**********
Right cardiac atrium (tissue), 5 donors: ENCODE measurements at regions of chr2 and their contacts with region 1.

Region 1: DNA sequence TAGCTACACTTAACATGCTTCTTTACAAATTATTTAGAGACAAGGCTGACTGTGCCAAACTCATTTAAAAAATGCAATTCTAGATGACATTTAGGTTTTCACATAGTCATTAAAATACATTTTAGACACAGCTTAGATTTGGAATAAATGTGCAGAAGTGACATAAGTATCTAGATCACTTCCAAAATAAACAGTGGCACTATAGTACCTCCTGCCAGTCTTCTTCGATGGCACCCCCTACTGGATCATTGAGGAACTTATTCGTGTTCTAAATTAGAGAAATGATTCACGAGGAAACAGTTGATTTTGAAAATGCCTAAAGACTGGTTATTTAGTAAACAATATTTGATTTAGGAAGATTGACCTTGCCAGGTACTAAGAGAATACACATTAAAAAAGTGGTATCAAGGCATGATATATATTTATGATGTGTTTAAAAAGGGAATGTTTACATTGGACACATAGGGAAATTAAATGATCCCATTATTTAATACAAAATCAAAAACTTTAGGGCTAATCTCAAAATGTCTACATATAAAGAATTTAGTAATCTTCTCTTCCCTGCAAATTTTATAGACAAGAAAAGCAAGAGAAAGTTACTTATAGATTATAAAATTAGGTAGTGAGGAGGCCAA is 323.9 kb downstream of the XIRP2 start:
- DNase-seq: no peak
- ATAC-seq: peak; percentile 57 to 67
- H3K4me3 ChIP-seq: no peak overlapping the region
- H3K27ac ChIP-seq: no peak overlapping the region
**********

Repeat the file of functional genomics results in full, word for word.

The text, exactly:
Right cardiac atrium (tissue), 5 donors: ENCODE measurements at regions of chr2 and their contacts with region 1.

Region 1: DNA sequence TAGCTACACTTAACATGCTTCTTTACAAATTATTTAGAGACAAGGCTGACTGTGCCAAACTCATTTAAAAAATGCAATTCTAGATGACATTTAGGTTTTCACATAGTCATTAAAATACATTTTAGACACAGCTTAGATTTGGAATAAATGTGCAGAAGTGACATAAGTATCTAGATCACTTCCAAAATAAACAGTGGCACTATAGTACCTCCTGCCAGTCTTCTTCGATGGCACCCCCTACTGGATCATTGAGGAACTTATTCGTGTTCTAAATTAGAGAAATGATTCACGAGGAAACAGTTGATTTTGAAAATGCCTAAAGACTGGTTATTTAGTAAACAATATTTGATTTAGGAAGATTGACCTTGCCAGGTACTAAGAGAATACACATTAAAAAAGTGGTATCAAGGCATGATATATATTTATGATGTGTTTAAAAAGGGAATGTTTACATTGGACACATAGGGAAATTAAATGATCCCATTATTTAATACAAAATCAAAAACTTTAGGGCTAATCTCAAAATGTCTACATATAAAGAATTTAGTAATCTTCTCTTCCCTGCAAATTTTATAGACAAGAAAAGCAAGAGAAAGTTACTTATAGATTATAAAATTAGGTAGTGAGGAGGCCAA is 323.9 kb downstream of the XIRP2 start:
- DNase-seq: no peak
- ATAC-seq: peak; percentile 57 to 67
- H3K4me3 ChIP-seq: no peak overlapping the region
- H3K27ac ChIP-seq: no peak overlapping the region